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Any Idea Fossil Id Needed


FossilsAreAwesome

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It is a fossil fern leaf. I am assuming you mean St Clair PA? If that is correct then it is Pennsylvanian era (200 - 303 m.y.o) I am sure there are those who can pen down the species.

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njfossilhunter

Welcome to the forum....very nice fern. I have collected at this site a few times ...it was always a good day hunting the pennsylvanian.

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Fossildude19

Hi Cathy,

This one is a bit tricky.

I took the liberty of fiddling with the contrast on your image.

post-2806-0-49019100-1429149449_thumb.jp

I'm not sure with this specimen. It could be a Neuropteris sp., but I cannot make out the veining in the pinnules, or if the pinnules are attached to the stem directly, or by stem of their own.

If the stem is mostly missing as an artifact of preservation, it could also be Pecopteris sp. I am also leaning towards Pecopteris because it appears (to me, at least ) that the mid-vein runs directly to the top of the pinnule, not halfway like in Neuropteris.

Here is a website that shows how to tell the two apart. Unfortunately, the preservation on yours is such that making a determination is a bit tricky.

But Pecopteris has my vote.

Hopefully one of the plant experts (Paleoflor) will weigh in.

Regards,

PS - cool find! :)

Edited by Fossildude19
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I noticed something interesting with your fiddling with the contrast. The fern appears to be preserved in pyrite. Very nice. Photo (from the Fossil Forum) is a pyrite fossil from St Clair PA

post-17624-0-81507400-1429151966_thumb.jpg

Edited by BigGuy
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Fossildude19

I noticed something interesting with your fiddling with the contrast. The fern appears to be preserved in pyrite. Very nice. Photo (from the Fossil Forum) is a pyrite fossil from St Clair PA

Slight correction - I found a good explanation of the colors at this website, which states:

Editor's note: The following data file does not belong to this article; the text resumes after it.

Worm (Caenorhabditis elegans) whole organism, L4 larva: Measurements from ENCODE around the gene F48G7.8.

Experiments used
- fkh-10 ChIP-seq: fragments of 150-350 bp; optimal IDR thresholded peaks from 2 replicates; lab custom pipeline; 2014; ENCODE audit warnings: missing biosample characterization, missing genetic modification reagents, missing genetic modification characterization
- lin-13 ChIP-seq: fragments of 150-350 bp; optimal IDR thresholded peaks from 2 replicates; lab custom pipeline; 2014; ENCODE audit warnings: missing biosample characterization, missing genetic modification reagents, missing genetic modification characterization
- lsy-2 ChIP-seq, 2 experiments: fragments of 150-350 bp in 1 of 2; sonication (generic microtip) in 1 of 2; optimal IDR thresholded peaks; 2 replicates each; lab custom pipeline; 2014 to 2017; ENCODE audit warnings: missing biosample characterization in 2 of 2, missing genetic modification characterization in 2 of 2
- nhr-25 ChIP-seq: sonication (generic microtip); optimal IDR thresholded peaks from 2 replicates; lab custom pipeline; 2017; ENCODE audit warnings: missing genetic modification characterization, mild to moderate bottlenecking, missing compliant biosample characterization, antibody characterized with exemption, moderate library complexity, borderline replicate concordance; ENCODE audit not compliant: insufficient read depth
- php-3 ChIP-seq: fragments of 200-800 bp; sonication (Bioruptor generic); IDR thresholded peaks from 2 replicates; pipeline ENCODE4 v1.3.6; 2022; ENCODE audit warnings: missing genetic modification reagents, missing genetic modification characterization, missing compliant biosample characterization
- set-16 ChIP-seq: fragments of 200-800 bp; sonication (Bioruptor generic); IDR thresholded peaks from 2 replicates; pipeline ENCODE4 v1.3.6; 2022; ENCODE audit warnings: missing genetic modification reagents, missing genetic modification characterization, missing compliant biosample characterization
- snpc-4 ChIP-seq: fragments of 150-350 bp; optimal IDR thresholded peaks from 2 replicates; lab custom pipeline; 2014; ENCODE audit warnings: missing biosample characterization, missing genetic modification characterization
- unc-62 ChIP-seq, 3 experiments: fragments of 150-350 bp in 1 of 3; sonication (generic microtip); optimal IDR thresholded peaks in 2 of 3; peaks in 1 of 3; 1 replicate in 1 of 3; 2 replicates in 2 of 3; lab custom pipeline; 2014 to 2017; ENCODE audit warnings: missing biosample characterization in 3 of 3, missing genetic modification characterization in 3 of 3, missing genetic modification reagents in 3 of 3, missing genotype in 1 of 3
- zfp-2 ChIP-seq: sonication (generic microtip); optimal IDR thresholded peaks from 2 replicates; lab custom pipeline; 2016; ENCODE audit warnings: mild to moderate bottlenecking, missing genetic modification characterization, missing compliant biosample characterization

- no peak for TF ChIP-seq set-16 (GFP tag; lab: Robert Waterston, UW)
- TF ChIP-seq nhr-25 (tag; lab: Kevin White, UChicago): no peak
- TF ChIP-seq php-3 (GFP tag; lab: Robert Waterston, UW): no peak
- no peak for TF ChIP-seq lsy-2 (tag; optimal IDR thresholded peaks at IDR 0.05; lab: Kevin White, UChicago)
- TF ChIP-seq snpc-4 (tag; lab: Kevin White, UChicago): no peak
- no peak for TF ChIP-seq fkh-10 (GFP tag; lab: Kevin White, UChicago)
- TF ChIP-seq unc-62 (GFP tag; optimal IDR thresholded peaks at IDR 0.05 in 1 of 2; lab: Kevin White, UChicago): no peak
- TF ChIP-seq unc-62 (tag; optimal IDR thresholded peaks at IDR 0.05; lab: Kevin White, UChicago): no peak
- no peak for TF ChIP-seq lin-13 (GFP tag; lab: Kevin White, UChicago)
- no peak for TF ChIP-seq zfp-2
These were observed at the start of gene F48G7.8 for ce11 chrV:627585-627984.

"The seed fern fossils shown here represent plants in an ancient bog over 300 million years ago--long before dinosaurs roamed the earth. They are the type of plants that compressed into coal over time. The site from which these fossils were collected is the only area in the world where the fossils show dramatic white to yellow-orange colors, as opposed to brown or black compressions at other sites. The colors are entirely natural--the result of a unique preservational environment. The plants lived in a swampy, oxygen poor habitat. When they died, a combination of low temperature, pressure, and oxygen allowed the plant tissues to be replaced by pyrite (iron sulphides). Pyrophyllite (aluminum silicate, a whitish mineral) is believed to have replaced the pyrite later, as the sediments piled up and the temperature and pressure increased. The yellow and orange colors are caused by iron oxide residues. Several different plant species are found at the site; the most common are seed ferns called Alethopteris, Neuropteris, Pecopteris, and Sphenophyllum, with Alethopteris by far the most common."

So, technically, while they were replaced by pyrite at one point sometime in the distant past, the pyrite has since become pyrophyllite, which causes the white powdery look to the fern fossils. The oranges and yellows are actually iron oxide residues.

The website does make a mistake in saying it is the only site in the world that has this preservation. There is another in Rhode Island, and one in Massachusetts, and I believe there was a site in Germany with similar preservation as well. The last two I believe are now closed to collecting.

Regards,

Edited by Fossildude19
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If it is Neuropteris it is a seed fern (which is not the same as a true fern - not closely related). If it is Pecopteris it would be a true fern.

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The pinnules are restricted at the base which if this separated the lamina from the rachis then you would have a Neuropteris. This is not the case here. A couple of diagnostic features are the inflated pinnules, closely placed venation and all pinnules angled towards the pinna apex. It would be best if the venation pattern could be made out, but with the other features it can be confidently assigned to Acitheca polymorpha. As a side note, the use of the morphogenus Pecopteris is becoming more restricted and it has been broken into several more natural groups. That said this is not a Pecopteris, though it is tree fern foliage.

Hope that helps,

Jack

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